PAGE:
and we don’t know how this
will affect progress on the initiative.
• Birgitta Von Krosigk briefed us on the initiative for a Howe
Sound UNESCO Biosphere Region
designation. The Howe Sound Biosphere Region Initiative Society is now
Incorporated under the BC
Societies Act and they have a website at:
https://www.howesoundbri.org/. The AGM adopted a
resolution to send letters of support for both of these initiatives
which was done in August. There was
discussion but no final decision at the AGM about transitioning to the
new Societies Act and adopting a
new constitution and bylaws.
• A Task Group comprised of Peter Snell and Ruth Simons was
established to look into what the
Conservancy might suggest be done with the bequest of former director
Lois Kennedy’ to the Islands
Trust Fund. Lois died on 3 April 2010. The $100,000 bequest (now
approximately $116,800) is to be
used for the purchase, enhancement or maintenance of public trust
lands, including parks and nature
reserves on Gambier Island.
• The existing slate of directors was elected to continue for
2017/18: Boris Boris Gorgitza, Kathy McTaggart,
Peter Scholefield, Peter Snell, Mike Stamford and Tim Turner.
Very little trail maintenance was done in the past year, but some posts
and temporary signs were
installed on the trail from the SW peninsula up to Gambier Lake. In
February, we purchased a Garmin GPS unit
and used it at the end of the month to record way points on the trail
from Camp Artaban to Brigade Bay and to
Lost Lake. Ian Roxburgh from the Sea Ranch has provided us with GPS
readings for the trail up to and beyond
Lost Lake to Gambier Creek just east of Gambier Lake.
Future of Howe Sound:
• The Conservancy is one of the coalition partners with the Future
of Howe Sound Society promoting a
renewable, sustainable Howe Sound. I attended, as an observer, two
meetings of the Howe Sound
Community Forum this year, one at Lions Bay on 5 May 2017 and the other
at YMCA Camp
Elphinstone on 13 October. The Forum is comprised of elected officials
from all of the communities that
have jurisdiction over the land areas adjacent to Howe Sound. At both
meetings, there were
presentations on a proposal to have Howe Sound designated as a UNESCO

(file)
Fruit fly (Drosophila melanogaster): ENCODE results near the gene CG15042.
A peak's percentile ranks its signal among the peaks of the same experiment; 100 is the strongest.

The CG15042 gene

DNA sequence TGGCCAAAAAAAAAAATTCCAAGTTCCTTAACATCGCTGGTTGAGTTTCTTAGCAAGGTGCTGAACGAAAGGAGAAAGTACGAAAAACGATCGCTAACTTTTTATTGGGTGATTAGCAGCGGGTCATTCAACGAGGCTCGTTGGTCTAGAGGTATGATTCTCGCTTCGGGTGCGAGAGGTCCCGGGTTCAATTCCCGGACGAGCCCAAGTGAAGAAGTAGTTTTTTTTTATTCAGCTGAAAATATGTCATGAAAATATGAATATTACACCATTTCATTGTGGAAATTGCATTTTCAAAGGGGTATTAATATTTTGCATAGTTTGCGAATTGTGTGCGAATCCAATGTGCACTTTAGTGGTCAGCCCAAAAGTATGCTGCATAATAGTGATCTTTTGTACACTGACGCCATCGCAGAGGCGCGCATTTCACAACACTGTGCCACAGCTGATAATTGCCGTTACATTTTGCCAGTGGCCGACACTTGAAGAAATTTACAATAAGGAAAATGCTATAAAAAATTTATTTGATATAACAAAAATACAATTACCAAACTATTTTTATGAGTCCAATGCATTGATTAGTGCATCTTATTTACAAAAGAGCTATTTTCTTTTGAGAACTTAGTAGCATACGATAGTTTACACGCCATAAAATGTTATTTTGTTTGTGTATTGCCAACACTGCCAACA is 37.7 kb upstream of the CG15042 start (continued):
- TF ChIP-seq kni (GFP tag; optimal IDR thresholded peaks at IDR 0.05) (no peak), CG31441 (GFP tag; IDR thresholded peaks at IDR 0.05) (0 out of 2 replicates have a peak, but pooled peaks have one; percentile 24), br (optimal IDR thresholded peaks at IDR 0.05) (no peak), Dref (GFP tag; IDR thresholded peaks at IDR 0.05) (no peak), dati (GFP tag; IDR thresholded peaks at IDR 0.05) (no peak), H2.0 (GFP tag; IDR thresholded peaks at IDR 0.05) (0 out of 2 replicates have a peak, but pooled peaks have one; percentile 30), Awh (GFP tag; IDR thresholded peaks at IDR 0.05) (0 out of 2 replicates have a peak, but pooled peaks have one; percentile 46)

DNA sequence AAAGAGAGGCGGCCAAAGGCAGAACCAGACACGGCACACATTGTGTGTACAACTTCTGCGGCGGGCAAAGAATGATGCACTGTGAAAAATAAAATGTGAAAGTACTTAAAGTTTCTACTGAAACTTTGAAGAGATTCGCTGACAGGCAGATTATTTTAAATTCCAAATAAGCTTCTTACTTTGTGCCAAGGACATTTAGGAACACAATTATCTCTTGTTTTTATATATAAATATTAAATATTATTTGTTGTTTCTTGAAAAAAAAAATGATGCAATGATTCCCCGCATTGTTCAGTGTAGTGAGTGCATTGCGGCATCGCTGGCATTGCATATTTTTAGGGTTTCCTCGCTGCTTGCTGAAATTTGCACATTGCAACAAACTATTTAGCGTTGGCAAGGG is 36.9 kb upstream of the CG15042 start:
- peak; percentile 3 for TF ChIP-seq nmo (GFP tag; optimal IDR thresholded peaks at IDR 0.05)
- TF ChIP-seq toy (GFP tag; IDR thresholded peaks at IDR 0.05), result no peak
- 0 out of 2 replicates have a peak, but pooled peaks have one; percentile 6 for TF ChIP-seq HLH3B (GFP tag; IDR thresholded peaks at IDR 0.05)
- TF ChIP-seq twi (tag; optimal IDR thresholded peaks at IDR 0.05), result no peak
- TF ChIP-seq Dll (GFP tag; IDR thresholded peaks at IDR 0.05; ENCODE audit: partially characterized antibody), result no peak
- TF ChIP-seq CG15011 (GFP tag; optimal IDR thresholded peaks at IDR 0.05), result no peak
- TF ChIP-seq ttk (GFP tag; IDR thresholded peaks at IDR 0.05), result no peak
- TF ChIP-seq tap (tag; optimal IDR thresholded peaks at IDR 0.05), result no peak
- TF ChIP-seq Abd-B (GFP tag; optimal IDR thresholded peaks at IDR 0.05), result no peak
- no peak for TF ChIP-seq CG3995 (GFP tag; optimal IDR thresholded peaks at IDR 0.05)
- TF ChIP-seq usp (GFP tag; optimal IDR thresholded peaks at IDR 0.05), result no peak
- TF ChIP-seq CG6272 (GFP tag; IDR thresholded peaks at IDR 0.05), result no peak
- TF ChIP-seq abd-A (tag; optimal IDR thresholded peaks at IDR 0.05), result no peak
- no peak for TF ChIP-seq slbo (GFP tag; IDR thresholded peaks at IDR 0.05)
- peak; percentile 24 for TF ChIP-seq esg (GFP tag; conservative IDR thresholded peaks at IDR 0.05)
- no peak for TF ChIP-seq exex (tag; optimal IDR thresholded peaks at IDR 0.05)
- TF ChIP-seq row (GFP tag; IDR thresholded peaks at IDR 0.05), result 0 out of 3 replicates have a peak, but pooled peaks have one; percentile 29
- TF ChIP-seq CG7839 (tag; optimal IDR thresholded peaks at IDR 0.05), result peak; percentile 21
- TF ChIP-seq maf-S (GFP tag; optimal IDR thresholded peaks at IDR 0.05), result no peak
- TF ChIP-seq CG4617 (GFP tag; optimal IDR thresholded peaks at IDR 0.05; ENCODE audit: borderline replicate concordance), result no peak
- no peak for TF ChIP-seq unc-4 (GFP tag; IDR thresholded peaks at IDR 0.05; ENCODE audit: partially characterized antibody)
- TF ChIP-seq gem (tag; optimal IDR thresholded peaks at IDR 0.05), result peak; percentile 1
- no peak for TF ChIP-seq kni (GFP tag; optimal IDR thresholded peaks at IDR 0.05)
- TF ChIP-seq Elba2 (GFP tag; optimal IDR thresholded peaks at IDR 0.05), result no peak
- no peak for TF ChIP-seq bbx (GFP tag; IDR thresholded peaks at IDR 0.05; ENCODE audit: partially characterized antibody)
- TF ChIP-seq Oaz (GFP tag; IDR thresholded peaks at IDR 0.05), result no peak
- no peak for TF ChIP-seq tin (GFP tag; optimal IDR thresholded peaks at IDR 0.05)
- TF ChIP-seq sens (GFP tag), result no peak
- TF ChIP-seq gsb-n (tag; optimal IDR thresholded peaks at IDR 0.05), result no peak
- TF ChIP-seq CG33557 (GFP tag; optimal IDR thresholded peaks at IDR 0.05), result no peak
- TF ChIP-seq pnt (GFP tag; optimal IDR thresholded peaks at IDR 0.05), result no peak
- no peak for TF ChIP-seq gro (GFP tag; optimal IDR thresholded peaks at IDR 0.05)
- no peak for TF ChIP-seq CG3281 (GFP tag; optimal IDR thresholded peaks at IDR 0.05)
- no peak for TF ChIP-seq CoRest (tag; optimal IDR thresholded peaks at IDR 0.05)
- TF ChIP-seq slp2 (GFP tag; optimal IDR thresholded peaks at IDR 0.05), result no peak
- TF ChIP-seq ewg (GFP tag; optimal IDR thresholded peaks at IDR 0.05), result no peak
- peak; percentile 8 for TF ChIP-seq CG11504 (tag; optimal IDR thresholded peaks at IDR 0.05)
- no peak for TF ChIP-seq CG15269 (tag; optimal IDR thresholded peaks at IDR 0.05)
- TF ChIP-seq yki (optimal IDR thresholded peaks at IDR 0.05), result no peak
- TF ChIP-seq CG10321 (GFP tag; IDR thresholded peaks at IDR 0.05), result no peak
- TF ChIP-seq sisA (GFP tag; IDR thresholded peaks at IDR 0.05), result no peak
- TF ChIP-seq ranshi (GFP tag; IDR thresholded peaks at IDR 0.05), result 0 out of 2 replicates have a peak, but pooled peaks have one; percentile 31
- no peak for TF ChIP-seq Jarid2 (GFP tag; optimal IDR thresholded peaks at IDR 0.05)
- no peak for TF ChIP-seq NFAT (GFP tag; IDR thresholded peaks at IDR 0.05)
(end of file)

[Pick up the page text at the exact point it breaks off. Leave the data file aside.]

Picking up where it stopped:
Biosphere Region with a
project video featured at Camp Elphinstone
this October meeting, our Trustee, Kate-Louise Stamford, announced the
formation of an Ocean Watch
Task Force – Howe Sound. She is co-chairing this group of local
government representatives, staff and
NGO representatives to develop appropriate policy actions arising from
the recommendations in the
Ocean Watch – Howe Sound edition published by the Coastal Ocean
• On 3 October, I was at the Cheakamus Centre in Brackendale to
meet with representatives from 11
conservation organizations from around Howe Sound. The purpose of the
meeting was to learn more
about the Howe Sound Biosphere Region Initiative and to share thoughts
on the future of conservationOn 3 October, I was at the Cheakamus
Centre in Brackendale to meet with representatives from 11 conservation
organizations from around Howe Sound. The purpose of the meeting was to
about the Howe Sound Biosphere Region Initiative and to share thoughts
on the future of conservation
work in Howe Sound.
• As they did in 2015, the Islands Trust Fund made funds available
for restoration work on their nature
reserves on Gambier Island. On 25 February, I organized a work party to
plant trees in the Long Bay
Wetland and Brigade Bay Bluffs Nature Reserves. Islands Trust Fund
consultant forester, Doug
Hopwood led the work party which included myself and 7 other
volunteers. Two of the volunteers were
participants in the 2016 Camp Suzuki adult camp.
May, I accompanied Doug Hopwood, Peter Klassen from the Brigade Bay
subdivision, Ian and
Vivian Roxburgh from the Sea Ranch and Paul Zaleski from the Fircom
Plateau subdivision on the
annual monitoring of the three Islands Trust Fund nature reserves. We
were pleased to see significant
new growth on the trees that we had planted in February and on those
that we had protected with
screening during the 2015 work party.
Gambier Island OCP Review: